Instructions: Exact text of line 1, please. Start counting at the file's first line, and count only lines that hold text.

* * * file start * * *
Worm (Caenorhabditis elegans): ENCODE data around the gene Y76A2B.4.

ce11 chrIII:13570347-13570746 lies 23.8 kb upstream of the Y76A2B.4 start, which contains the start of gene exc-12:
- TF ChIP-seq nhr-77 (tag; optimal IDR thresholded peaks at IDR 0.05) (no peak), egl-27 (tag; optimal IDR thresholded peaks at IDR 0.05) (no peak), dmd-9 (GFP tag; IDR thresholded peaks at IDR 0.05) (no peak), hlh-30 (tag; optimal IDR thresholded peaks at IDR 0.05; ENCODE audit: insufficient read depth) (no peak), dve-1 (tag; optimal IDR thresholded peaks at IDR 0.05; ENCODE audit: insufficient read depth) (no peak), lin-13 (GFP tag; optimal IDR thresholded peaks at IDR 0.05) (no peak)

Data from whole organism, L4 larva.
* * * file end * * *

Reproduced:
Worm (Caenorhabditis elegans): ENCODE data around the gene Y76A2B.4.